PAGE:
CSS Generator?

Does anyone know of a program that lets you graphically design a
website, and have it output the html + css *including any css hackery
to make it work on all browsers*. (all browsers specifically means
making it work on IE bleh!).

I would die for a program that does this without writing spaghetti
code!

-Ben Lisbakken

I think the best way is to write the (x)html and css code yourself...
Some generators like ( NVU http://www.nvu.com/index.php ) are quite
good ( valid xhtml and css ). But you still have to write hacks ( IE,
IE7, ...) yourself.

Cédric H. wrote:

I think the best way is to write the (x)html and css code yourself...

Cedric! That's not what I want to hear!!! I'm weary of necessary
hackery!

-Ben

also, does anybody know of a program that reads your mind, suggests
better ideas, and then actually draws the photoshop'd mockup for you?
i'm just joshin', but seriously, ben, i think a lot of us would be out
of work if such a program existed. also, no search query that i can
think of is turning up anything remotely helpful, and that's using
google and a few others.

Ben Lisbakken wrote:

Why not just get the browser companies to implement the specifications
properly so that interoperability issues cease to be an issue?

Why not just get the browser companies to implement the
specifications properly so that interoperability issues cease
to be an issue?

Like, what the Web Standards group[1] tries to do?

But, it's a little more complicated than that. If you've followed along
with Dave Hyatt's blog back when Safari first launch and/or read the
Firefox/Camino dev blogs, you'll read about how certain parts in the
W3's spec are just very vague. And from this vagueness in the spec,
you'll also see some very interesting arguments and different
interpretations between the browser developers on what *they* think the
spec means on a particular rule and why the other guy's implementation
is wrong.

Additionally, building an XML, HTML, CSS, and Javascript rendering
engine ain't exactly trivial... Take a look at a nightly Safari build
and note all the test case files in that sucka... :slight_smile:

[1]www.webstandards.org

Well, that’s always going to be the problem, isn’t it. You’re basically asking a computer app to write semantic XHTML. This is quite hard for a program. When you write your XHTML by hand, you interpret the design and divide it into logical semantic parts, very hard for software. You could have a look at Freeway Pro, it’s an Indesign like editor and renders to XHTML+CSS. However, just like any WYSIWYG editor, the code generated is a lot more bloated than if you would write it by hand.

Best regards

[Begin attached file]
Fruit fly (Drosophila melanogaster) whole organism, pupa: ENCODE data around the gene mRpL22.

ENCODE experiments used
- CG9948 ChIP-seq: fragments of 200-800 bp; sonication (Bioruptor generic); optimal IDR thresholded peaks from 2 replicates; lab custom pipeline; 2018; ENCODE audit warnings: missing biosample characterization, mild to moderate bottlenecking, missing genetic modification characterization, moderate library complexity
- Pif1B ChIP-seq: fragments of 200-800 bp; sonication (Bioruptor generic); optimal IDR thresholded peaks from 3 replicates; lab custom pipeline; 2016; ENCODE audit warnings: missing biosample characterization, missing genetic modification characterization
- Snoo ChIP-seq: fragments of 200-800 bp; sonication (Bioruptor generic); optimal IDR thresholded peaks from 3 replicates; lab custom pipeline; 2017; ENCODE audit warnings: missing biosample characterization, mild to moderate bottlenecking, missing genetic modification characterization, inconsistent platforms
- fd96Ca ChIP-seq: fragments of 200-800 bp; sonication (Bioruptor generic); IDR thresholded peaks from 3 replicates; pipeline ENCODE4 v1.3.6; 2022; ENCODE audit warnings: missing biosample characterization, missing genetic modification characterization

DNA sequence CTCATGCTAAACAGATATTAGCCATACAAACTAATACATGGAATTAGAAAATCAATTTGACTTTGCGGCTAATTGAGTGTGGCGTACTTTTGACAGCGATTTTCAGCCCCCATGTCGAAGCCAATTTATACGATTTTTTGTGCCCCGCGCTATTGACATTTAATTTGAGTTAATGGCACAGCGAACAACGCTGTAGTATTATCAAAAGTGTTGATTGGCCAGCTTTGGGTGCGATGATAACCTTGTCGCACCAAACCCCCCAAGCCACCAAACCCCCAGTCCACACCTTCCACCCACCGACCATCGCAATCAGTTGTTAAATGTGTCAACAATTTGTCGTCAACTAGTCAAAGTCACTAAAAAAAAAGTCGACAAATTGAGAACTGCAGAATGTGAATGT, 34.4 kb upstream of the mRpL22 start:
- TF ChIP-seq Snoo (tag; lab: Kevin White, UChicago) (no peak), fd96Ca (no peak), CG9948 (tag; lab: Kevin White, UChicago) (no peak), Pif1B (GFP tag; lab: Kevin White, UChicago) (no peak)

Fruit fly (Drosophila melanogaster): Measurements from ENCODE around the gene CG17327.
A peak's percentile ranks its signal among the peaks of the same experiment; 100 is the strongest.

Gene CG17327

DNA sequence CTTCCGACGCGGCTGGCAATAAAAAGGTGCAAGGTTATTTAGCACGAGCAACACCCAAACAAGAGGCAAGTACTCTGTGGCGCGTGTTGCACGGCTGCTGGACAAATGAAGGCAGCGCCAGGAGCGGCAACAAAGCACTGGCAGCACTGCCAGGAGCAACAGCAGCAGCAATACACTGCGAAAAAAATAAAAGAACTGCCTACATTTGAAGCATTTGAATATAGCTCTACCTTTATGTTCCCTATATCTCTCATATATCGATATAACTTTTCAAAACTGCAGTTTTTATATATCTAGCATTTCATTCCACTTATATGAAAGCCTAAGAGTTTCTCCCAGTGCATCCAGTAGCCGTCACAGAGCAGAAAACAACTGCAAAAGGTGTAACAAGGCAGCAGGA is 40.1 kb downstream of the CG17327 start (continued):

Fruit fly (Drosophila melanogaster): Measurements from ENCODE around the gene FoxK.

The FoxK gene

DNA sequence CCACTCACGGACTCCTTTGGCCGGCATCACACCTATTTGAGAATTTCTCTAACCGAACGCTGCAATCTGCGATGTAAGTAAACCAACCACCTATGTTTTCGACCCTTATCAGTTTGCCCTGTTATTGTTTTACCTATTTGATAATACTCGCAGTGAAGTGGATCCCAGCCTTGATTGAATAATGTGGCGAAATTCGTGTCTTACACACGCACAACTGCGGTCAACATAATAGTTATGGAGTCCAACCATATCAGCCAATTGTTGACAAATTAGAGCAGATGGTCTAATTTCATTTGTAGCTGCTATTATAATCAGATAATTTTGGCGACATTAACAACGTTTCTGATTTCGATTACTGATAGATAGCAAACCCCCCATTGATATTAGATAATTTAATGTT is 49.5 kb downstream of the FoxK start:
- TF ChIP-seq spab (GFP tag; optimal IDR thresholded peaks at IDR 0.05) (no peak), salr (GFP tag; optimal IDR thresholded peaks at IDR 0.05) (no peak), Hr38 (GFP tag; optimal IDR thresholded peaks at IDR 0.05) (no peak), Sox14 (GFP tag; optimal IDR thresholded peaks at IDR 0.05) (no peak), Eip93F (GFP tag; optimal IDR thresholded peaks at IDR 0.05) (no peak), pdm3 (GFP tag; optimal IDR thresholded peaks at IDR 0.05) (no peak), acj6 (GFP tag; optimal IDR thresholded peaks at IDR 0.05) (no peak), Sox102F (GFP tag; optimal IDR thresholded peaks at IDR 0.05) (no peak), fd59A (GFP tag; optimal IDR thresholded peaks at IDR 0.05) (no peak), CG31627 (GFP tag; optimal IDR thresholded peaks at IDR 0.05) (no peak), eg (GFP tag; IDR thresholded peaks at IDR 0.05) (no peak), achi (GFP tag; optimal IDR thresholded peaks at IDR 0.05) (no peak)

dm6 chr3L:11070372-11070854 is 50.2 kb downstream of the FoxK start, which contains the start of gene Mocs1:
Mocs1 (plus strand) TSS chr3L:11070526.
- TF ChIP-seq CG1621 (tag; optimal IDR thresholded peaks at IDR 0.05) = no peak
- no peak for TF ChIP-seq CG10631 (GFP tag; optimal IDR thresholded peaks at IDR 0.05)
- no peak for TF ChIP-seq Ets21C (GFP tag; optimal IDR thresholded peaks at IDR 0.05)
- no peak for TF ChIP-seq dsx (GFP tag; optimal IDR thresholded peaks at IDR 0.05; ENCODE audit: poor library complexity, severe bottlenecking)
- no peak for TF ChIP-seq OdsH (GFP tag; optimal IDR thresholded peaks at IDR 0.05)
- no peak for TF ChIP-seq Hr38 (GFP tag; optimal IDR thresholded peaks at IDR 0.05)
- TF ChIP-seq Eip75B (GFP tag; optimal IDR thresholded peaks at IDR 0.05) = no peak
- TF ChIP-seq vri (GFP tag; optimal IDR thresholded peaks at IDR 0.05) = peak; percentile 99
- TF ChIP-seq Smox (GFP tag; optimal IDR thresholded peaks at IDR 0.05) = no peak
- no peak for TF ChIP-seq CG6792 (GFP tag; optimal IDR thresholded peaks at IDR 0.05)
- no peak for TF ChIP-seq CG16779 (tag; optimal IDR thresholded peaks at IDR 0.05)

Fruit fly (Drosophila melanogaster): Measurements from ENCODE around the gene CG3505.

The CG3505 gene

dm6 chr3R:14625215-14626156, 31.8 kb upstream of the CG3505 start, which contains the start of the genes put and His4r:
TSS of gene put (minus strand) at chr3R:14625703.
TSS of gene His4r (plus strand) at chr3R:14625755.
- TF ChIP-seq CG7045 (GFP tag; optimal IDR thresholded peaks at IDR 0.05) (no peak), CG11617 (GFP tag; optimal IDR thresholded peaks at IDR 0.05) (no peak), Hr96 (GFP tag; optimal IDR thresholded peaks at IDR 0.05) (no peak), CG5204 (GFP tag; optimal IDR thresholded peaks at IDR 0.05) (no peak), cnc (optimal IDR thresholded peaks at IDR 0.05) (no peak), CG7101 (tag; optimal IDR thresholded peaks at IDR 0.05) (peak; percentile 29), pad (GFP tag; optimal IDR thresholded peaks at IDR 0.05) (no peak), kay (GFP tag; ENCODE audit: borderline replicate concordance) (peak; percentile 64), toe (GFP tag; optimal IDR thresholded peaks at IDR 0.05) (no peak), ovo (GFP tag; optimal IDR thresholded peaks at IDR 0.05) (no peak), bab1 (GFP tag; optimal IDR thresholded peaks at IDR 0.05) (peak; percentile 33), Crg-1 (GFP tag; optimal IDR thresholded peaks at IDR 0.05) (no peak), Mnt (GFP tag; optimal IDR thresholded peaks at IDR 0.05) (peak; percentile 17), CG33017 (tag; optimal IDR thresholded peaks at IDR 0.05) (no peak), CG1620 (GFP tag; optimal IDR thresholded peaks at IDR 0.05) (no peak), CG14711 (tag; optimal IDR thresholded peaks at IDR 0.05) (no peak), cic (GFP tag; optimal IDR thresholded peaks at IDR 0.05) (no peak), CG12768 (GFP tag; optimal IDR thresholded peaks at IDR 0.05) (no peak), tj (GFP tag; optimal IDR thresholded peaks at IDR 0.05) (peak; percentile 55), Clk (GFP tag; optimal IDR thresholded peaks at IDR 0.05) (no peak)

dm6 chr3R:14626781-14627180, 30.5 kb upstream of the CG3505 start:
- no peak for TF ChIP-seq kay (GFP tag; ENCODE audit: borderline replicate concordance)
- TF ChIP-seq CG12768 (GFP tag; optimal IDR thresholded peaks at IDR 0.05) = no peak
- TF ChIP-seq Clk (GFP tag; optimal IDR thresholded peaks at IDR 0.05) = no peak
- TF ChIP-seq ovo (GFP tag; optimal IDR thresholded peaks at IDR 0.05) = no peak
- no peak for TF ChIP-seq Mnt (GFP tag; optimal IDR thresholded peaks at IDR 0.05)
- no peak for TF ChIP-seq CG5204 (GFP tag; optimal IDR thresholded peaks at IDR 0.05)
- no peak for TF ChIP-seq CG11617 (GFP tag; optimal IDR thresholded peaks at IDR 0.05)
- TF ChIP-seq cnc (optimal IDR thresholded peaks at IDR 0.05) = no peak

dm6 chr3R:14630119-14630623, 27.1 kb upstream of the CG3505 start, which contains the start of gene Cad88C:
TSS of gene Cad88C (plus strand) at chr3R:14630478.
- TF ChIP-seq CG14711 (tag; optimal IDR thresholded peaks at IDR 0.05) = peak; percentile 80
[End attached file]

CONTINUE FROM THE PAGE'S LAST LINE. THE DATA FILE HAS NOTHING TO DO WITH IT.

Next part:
Peter De Berdt

if you are on a mac, there is rapidweaver , the design works on all browsers. iWeb from apple does the same thing too

True, but none of the above allow you to create your own style (unless you’re hand coding it, but that was not what the original poster wanted :-))

Best regards

Peter De Berdt

And to promote this activity, I try to only use pure xhtml and css,
nothing browser specific. Also helps if you don't use the latest and
greatest features but a version or two back, that way there is a
better chance that things are somewhat supported.

Following this approach you can do a pretty good job of avoiding
browser specific versions. You don't have access to every latest and
greatest feature, but for the most part it is stuff you can live
without. It just isn't worth the headaches to manage multiple versions
of things. And I never really trust anything that tries to
automatically work around things either, it all works fine until that
next version of a browser comes out and breaks it.

Just stay with pure xhtml and css, don't use the latest bleeding edge
features and save yourself most of the headaches.

Curious what bleeding edge features you typically avoid?

-Ryan

Jeff Barczewski wrote:

And to promote this activity, I try to only use pure xhtml and css,
nothing browser specific...Just stay with pure xhtml and css, don't use the latest > bleeding edge features and save yourself most of the headaches.

This is excellent advice, but it doesn't mean there aren't still
landmines all over the place.

Differences in how browser developers interpreted the specs, and CSS
bugs, particularly Internet Explorer bugs, keep things interesting.

For example, "the weird and wonderful world of Internet Explorer":

http://positioniseverything.net/explorer.html

Bill Capolongo
bill@breathedeep.org